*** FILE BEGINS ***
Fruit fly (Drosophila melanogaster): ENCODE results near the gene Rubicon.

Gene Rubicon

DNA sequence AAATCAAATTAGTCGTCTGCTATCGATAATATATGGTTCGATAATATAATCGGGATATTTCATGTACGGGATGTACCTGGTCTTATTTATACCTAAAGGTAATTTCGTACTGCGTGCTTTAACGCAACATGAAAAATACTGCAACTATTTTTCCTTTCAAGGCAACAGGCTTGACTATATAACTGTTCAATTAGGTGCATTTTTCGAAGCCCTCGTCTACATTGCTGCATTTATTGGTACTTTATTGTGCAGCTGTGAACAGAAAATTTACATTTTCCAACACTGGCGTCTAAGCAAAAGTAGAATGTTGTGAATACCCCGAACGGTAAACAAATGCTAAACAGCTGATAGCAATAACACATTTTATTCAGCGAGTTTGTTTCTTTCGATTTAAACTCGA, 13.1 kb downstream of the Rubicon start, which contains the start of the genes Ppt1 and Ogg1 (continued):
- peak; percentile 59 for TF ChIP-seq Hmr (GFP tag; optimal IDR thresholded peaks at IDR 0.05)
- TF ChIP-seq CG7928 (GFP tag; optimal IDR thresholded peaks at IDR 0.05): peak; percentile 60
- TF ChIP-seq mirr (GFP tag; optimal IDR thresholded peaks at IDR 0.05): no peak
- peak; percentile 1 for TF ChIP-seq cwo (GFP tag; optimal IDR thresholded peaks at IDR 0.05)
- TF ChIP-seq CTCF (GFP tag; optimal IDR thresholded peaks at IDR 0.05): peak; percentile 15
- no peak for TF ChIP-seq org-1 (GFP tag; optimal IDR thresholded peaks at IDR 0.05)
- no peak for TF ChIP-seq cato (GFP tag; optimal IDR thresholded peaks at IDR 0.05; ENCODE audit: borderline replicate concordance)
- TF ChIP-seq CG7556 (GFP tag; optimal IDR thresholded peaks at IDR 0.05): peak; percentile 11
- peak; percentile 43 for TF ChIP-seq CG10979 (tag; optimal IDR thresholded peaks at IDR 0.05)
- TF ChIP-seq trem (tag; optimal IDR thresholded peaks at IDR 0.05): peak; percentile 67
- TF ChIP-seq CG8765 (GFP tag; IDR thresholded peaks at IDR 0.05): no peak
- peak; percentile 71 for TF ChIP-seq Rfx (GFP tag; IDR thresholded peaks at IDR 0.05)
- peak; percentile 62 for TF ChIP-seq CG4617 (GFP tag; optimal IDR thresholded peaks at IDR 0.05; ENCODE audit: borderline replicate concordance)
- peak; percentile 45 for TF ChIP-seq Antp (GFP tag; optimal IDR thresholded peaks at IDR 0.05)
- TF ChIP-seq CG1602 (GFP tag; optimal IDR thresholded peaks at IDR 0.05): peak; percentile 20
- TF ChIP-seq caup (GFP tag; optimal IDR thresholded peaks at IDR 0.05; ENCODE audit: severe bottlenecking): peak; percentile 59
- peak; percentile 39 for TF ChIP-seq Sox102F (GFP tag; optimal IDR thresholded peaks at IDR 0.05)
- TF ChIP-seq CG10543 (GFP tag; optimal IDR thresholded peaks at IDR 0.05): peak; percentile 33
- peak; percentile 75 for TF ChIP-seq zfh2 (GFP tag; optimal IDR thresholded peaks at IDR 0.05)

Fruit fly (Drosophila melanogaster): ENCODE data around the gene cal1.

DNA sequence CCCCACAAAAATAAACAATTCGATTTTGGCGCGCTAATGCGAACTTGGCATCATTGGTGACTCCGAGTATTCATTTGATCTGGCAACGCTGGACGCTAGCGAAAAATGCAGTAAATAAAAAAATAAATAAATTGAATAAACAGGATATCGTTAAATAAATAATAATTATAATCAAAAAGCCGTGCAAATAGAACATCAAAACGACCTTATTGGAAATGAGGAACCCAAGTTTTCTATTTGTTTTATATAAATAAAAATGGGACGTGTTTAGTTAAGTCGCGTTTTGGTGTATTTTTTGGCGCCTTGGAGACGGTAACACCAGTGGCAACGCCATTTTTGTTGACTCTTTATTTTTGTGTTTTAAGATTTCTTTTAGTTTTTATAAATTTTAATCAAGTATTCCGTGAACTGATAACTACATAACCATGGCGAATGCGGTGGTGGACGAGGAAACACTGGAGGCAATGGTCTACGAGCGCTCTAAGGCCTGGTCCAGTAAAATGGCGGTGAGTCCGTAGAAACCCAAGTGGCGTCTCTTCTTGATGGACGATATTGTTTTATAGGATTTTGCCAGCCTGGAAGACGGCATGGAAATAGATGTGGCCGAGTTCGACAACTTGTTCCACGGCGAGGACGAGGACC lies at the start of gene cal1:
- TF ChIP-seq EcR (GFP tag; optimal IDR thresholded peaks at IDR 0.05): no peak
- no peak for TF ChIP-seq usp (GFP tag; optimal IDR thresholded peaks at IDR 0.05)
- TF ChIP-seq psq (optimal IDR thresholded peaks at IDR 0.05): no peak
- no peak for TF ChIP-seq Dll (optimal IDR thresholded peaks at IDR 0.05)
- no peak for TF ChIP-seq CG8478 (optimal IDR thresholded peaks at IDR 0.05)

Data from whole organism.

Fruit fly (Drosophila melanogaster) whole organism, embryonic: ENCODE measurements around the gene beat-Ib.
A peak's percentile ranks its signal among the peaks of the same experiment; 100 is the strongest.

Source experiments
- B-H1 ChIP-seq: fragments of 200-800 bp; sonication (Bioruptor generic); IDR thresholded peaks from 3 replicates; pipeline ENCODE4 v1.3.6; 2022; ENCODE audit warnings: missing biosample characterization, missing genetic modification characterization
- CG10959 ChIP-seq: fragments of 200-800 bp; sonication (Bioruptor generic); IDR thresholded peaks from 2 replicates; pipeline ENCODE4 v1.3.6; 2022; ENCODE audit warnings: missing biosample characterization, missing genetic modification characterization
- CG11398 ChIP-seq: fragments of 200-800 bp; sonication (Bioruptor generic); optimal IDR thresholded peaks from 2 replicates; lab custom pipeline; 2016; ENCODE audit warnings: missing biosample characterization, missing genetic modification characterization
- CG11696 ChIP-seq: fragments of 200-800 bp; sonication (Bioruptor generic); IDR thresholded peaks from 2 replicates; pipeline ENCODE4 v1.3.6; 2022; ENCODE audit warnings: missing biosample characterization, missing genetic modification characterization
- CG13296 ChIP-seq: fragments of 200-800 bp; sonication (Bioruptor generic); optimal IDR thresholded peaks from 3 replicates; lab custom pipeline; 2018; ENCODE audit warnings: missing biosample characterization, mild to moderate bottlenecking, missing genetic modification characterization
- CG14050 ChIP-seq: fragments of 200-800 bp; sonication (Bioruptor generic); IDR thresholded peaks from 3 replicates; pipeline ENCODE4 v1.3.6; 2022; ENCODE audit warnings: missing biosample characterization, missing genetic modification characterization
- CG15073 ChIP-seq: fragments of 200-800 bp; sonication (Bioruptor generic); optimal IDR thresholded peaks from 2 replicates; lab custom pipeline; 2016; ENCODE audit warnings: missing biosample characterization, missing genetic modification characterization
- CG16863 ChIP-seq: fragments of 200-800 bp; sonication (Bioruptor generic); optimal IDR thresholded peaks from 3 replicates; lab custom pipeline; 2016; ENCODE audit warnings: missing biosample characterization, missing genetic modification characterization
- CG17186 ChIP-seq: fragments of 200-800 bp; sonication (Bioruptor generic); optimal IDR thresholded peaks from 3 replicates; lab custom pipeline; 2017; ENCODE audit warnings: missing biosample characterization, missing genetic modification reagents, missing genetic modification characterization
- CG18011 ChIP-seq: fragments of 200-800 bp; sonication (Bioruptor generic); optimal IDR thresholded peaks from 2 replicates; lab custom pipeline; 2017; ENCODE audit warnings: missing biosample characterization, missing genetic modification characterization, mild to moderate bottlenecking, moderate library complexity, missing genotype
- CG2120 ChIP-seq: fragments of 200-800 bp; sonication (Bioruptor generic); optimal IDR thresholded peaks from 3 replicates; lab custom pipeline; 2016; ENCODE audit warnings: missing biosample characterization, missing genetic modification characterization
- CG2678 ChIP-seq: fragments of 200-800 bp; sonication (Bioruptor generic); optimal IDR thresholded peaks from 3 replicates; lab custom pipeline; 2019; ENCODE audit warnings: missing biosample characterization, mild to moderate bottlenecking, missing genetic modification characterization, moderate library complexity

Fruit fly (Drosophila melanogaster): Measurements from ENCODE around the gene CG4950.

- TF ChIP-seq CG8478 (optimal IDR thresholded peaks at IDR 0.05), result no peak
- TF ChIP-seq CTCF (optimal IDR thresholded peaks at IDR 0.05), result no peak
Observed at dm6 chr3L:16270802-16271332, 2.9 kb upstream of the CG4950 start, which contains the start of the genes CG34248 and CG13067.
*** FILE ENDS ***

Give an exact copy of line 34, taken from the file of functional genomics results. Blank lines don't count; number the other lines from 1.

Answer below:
- B-H1 ChIP-seq: fragments of 200-800 bp; sonication (Bioruptor generic); IDR thresholded peaks from 3 replicates; pipeline ENCODE4 v1.3.6; 2022; ENCODE audit warnings: missing biosample characterization, missing genetic modification characterization